In my last article, How to Create Your Own Tax Break I spoke about how you can create your own tax break to help accelerate your retirement savings.
I hope that you were able to take advantage of that advice, or plan to take it by Monday April 18th. Now the question is: What’s the best way to go about investing your retirement nest egg?
My answer: Don’t rely on Wall Street’s advice…because you’re better off being a do-it-yourself investor!
Just be aware of a few sobering facts about investor behavior:
Fact #1: The S&P 500 returned an annualized 8.2% for the 20 years ended 2012. Meanwhile, the average investor in U.S. stock funds achieved an annualized gain of only about HALF as much, or 4.3%, according to a recent DALBAR study.
Individual investors in bond mutual funds had an even worse performance.
Fact #2: In the 10-years ended Dec. 2013, the Barclay’s Aggregate U.S. Bond Index gained 4.88%, while the average fixed income fund investor earned just 0.6%!
Why such a huge disparity in performance between what the markets return and what the average investor experiences?
It’s because all too often we are our own worst enemy. Our emotions get the best of us as we try to jump in and out of markets – often at just the wrong time – an ill-advised attempt to catch rallies and avoid declines.
Want even more proof? Just look at the dismal results of active mutual fund managers.
Fact #3: Only 20 to 30 percent of mutual fund managers outperform their benchmark in any given year, according to data from Morningstar and Vanguard. And just 1-in-10 of those mangers can continue to outperform for three years – in other words, just 3% of all fund managers.
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Fact #4: Over five years, the odds of your fund manager beating the market plunge to 1 in 33 – that’s not much better than the odds of winning at roulette.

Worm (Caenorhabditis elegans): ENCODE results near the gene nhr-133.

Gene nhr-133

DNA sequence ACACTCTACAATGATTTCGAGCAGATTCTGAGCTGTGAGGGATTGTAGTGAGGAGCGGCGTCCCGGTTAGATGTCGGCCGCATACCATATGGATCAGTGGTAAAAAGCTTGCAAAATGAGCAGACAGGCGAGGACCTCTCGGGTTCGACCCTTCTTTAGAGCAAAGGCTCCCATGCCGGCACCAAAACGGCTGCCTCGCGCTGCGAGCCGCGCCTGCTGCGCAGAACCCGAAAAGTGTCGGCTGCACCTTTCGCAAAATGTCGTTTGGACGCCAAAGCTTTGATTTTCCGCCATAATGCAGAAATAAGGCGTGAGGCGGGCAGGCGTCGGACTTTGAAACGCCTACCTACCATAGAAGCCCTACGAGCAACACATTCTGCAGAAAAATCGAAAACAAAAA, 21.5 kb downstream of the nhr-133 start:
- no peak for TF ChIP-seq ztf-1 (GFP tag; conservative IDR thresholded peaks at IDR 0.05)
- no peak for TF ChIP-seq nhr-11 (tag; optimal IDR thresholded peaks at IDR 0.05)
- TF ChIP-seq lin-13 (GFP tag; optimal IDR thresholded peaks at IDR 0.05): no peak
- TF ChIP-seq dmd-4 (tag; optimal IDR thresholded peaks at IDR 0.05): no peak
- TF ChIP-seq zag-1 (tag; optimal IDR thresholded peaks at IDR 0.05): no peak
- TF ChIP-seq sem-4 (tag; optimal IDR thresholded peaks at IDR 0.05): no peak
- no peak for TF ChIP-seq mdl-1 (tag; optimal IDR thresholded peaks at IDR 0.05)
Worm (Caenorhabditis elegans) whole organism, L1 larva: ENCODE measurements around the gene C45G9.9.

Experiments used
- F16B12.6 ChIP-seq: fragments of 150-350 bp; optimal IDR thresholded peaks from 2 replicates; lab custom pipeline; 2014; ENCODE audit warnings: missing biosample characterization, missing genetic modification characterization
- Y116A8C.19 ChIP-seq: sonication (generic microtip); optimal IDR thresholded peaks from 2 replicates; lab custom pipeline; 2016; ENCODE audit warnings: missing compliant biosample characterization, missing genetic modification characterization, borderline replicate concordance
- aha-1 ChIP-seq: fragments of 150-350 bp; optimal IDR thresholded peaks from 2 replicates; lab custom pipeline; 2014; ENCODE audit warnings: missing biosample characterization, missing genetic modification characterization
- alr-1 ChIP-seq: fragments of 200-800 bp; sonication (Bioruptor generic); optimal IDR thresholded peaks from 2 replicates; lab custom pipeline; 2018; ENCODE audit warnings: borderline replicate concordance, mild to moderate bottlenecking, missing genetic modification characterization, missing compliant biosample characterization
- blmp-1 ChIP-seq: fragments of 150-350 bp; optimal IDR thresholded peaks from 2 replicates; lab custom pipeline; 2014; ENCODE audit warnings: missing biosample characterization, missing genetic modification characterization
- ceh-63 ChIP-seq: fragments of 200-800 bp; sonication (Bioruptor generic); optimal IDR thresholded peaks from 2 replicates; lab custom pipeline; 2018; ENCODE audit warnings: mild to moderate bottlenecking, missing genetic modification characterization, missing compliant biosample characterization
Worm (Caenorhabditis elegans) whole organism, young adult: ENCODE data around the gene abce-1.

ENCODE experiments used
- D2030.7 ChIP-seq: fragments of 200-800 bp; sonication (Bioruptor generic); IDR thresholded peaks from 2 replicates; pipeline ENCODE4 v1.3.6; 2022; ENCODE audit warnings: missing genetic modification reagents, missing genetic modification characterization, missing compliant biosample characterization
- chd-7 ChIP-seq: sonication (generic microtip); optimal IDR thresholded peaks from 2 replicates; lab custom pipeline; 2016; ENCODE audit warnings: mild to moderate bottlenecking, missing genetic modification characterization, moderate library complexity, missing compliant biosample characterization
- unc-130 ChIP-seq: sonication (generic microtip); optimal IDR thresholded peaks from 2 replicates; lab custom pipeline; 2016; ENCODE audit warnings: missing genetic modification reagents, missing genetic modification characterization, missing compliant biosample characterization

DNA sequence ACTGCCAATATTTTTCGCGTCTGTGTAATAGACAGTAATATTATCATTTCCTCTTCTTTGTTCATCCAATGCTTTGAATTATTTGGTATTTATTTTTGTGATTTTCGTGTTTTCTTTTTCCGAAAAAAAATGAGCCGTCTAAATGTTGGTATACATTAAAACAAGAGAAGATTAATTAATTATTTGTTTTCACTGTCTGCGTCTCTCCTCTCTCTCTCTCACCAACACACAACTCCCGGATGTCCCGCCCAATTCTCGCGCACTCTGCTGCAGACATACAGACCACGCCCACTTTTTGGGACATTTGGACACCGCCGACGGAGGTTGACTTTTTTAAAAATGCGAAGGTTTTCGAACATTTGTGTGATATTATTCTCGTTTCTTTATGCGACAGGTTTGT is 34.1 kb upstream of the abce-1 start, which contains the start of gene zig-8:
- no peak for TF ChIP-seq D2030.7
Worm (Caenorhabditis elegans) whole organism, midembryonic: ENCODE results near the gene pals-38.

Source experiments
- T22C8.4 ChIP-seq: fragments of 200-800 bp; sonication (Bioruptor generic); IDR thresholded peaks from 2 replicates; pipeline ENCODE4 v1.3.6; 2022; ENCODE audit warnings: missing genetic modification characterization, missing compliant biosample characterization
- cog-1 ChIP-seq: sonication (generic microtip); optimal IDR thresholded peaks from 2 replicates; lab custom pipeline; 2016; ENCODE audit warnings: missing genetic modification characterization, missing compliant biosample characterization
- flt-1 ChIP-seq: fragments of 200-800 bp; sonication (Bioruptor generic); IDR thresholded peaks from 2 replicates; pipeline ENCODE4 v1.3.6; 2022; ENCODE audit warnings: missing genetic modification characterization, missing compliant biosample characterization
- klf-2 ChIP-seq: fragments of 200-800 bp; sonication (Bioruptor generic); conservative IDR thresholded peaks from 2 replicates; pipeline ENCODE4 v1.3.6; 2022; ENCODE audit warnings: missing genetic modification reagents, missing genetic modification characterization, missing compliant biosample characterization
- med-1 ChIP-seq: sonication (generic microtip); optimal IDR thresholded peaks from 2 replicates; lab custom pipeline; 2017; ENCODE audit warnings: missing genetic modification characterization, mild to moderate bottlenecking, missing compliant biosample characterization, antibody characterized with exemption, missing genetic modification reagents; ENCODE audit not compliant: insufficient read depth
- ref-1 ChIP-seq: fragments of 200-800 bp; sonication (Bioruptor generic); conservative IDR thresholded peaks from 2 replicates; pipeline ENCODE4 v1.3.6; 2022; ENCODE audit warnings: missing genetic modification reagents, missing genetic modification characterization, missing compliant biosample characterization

So why do supposedly rational professional investors under perform their benchmarks so often? A big part of it is the hefty fees they charge. The typical actively-managed stock mutual fund levies hefty fees of 1-to-1.5% annually. That’s a difficult hurdle to overcome in any one year, let alone when you compound how much those fees cost you over 3 or 5 or 10 years.
But aside from Wall Street’s high fees, there’s another more irrational explanation: the behavioral bias we’re all subject to– individual and professional investors alike.
Remember, we’re only human.
For over two hundred years, since Adam Smith penned the Wealth of Nations in 1776, economics and by extension investment management has been based on the theory of rational expectations.
The theory is that economic decisions are driven by rational decision making: That we all make perfectly logical, well-reasoned decisions about our money.
Unfortunately, nothing could be further from the truth.
Financial markets, and indeed the entire global economy, is made up of individuals, flawed in our decision making and sometimes outright irrational about our investment choices.
So how in the world can the collective decisions of irrational human being create perfectly rational markets? Good question.
And in recent years, the relatively new field of behavioral finance has done a lot to answer provide answers. And in the process it is busting the myth of efficient and rational financial markets.
One excellent book on the subject is: Your Money and Your Brain, by Wall Street Journal columnist Jason Zweig. This book should be required reading for every investor. Zweig explores what happens inside our brains when we think about money and investing.
Spoiler alert: flawed decision making can get you in trouble more often than you think. And sometimes it can be downright dangerous to your financial health.
“To thine own self be true” is perhaps the best advice for every investor to take to heart. Know yourself and be aware of how your own emotional bias can cloud your investment decision making.
Being disciplined as an investor isn’t always easy, but keep it simple – at least with your retirement money. Have a plan with an appropriate asset mix, and rebalance it on a regular basis and over time you can generate serious wealth, while avoiding the emotional stress of trying to time the markets.
Mike Burnick is the Instructor of the Planning for a Prosperous Retirement course. Mike brings a wide range of experience in the financial services industry, with over 25 years of professional investment experience. He was a Registered Investment Adviser and portfolio manager responsible for the day-to-day operations of a mutual fund. Mike joined Weiss Research in 2002 as an analyst and writer and in 2008 was named Director of Research and Client Communications at Weiss Capital Management, where he assisted managing the day-to-day asset allocation and trading responsibilities for a $5 million ETF strategy.